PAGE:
Sometimes I wonder if I should go back and teach high school again. If I did that before writing my dissertation, I'm pretty sure I wouldn't finish the PhD. And if I went back to teaching after finishing my PhD, I'd probably shoot myself in the proverbial foot - how would I look to a university as a potential professor if I went back to high school rather than scaling the ivory tower? Still, sometimes I really feel the disconnect between university and secondary school. How can I teach students how to be good teachers of high school students if I'm not involved with high school students? I can't draw on my past teaching experiences forever, especially since each year that passes put those years of experience more firmly in the past. Could I teach for a semester while I was writing the dissertation? No, not the way I teach: all or nothing. I wouldn't have the energy or the focus to write after teaching all day - and grading, and monitoring, and cheering, and talking, and walking, and everything else that goes with teaching. I don't want to become one of those professors completely divorced from the reality of high school teaching but I'm not quite sure how to avoid that future without the constant reinforcement of working with teenagers.

Ah, THE CONUNDRUM for beginning researchers-aspiring academics. In the back of my mind I see a change in the way teacher education is set up; a change in the academy-school binary; a change in recognition of the value of teacher knowledge and professioalism; a change in the attitidues of teachers and academics/teacher educators towards each other and towards their work; a change in the conditions of work that might just enable teachers and academics to work together and in tandem; a change that might just enable teachers to talk with one another about their work, and to blog if they choose.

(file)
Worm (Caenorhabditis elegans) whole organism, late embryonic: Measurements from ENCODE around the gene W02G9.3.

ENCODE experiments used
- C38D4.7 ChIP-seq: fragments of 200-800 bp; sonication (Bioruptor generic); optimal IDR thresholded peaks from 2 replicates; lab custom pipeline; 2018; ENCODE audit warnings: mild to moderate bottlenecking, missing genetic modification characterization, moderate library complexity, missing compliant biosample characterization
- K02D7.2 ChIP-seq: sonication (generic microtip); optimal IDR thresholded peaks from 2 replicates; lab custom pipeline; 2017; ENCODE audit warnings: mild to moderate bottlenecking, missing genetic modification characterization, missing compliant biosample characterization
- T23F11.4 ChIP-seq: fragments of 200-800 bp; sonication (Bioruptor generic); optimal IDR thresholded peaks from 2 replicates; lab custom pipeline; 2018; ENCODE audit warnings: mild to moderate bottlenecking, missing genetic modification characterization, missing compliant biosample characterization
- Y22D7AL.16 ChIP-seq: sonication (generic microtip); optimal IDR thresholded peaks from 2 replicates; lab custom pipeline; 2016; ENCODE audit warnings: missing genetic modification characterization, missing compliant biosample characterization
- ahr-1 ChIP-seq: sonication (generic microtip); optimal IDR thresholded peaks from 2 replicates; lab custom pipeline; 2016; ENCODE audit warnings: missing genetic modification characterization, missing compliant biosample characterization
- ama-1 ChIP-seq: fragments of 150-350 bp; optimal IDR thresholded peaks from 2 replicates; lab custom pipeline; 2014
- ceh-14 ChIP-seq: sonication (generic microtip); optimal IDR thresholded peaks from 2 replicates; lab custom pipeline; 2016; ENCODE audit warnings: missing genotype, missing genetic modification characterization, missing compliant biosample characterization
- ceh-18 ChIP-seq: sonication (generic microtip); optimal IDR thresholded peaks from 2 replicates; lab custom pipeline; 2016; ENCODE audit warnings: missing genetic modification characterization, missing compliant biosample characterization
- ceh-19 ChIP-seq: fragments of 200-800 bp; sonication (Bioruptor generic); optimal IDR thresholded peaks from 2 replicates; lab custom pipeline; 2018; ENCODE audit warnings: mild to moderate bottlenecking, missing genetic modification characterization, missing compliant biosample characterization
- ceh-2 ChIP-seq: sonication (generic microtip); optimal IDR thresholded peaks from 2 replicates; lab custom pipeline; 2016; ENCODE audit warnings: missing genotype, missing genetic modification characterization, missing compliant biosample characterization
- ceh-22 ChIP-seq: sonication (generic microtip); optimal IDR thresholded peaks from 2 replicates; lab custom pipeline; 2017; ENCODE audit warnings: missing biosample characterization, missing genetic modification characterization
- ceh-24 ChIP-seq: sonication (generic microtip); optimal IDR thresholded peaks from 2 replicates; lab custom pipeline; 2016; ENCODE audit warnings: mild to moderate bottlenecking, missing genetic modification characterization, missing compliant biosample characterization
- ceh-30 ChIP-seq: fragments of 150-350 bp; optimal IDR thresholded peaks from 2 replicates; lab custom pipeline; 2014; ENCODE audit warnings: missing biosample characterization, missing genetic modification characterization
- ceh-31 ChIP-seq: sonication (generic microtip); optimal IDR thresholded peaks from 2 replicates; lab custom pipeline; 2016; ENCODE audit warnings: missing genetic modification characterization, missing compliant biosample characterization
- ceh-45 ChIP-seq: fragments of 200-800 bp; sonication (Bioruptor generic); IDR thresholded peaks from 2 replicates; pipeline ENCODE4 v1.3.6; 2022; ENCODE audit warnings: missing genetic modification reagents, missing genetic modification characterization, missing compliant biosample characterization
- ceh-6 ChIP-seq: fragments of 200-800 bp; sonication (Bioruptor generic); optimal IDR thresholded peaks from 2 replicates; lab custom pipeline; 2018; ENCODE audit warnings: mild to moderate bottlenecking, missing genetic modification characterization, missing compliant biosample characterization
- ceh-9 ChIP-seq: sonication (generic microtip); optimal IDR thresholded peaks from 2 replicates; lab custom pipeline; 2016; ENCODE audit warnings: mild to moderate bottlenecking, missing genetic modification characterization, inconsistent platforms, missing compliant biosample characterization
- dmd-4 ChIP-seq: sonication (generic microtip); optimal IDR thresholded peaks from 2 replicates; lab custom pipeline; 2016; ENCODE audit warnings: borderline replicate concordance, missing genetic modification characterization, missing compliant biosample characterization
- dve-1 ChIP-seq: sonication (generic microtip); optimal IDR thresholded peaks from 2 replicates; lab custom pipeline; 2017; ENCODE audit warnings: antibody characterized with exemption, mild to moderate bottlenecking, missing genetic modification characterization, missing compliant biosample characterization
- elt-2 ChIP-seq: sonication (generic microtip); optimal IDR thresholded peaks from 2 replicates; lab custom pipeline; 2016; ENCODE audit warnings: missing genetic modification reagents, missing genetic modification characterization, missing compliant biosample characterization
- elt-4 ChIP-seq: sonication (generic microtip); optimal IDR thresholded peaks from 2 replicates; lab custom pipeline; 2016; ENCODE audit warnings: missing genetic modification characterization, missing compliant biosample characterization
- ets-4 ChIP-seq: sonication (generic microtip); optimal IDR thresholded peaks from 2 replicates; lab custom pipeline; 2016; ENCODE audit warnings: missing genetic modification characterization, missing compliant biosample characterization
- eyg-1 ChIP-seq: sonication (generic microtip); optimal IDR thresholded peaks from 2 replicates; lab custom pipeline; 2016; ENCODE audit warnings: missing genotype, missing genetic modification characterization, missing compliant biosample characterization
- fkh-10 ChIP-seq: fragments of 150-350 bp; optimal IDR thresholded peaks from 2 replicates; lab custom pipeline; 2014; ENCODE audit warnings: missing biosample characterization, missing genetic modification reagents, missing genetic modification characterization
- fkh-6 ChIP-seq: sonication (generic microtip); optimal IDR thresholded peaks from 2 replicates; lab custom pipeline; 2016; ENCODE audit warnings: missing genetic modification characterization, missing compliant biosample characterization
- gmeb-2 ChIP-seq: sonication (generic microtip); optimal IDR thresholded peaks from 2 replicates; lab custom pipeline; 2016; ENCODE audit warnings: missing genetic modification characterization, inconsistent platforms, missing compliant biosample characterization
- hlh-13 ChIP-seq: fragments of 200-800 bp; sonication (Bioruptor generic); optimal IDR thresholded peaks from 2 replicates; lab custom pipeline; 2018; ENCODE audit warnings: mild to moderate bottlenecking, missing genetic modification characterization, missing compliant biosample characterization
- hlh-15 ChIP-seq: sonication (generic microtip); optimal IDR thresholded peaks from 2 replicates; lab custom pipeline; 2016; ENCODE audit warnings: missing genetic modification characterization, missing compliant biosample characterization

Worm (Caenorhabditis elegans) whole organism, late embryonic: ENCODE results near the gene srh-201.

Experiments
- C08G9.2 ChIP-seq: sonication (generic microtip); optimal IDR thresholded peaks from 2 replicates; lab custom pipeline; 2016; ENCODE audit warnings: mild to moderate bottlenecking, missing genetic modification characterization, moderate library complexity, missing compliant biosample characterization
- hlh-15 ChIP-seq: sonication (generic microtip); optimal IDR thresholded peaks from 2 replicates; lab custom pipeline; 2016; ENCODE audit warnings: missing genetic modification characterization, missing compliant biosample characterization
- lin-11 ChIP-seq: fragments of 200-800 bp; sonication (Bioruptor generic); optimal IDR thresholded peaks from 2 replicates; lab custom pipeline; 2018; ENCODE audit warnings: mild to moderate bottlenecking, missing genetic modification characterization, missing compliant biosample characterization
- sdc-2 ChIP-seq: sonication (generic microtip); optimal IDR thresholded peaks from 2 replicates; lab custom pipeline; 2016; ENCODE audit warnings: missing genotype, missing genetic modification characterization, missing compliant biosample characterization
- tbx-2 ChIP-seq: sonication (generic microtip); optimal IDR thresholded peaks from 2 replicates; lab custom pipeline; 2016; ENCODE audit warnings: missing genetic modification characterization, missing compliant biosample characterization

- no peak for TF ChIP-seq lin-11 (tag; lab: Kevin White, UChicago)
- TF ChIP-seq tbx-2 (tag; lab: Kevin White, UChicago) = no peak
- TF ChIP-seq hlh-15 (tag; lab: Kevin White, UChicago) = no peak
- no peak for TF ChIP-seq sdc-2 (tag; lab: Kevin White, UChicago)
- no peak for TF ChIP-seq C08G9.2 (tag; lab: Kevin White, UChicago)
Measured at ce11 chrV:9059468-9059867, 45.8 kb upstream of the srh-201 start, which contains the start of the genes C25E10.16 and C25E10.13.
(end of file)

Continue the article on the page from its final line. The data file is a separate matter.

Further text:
Anyway, thanks mshoff for an hour of thinking pleasure.


At 3:35 pm, Blogger phd me said...

Try explaining an emerging research design to an Institutional Review Board at my university. I have no idea what strictures are placed on research in Australia - and I'm sure it differs from university to university - but the emphasis on quantitative research in the US makes it very difficult to "justify" qualitative anything. To be fair, however, it does differ between universities, so qualitative research does happen, but it is too often of lesser value than quantitative. I often feel the truly interesting research on teacher education and technology is coming out of Australia - perhaps because you have the freedom to be interesting?

Very heartening to see you value reflective discussion, too! I believe Schon did, as well, with his presentation of reflective conversation, but I don't see the idea of conversation as reflection put forward as a viable alternative to new teachers. After a few years on the job, teachers usually figure it out for themselves - strength in numbers - but beginning teachers too often feel they have to go it alone. They're afraid to ask for help, admit any weakness, trade ideas back and forth with other teachers. We need to inculcate collaboration and communication in our new teachers from the very beginning of their teacher preparation - which means teacher educators need to model those same traits.

Leading me to your third point: the binary relationship between university and school. It drives me insane to see the great divide between practicing professors and practicing teachers. I like the changes you suggest, partly because I would like to work in such an environment when I seek my first professorship. A university professor and practicing teacher co-teaching a high school English class - does that actually happen anywhere?

Thanks for prodding me to more thought on these subjects...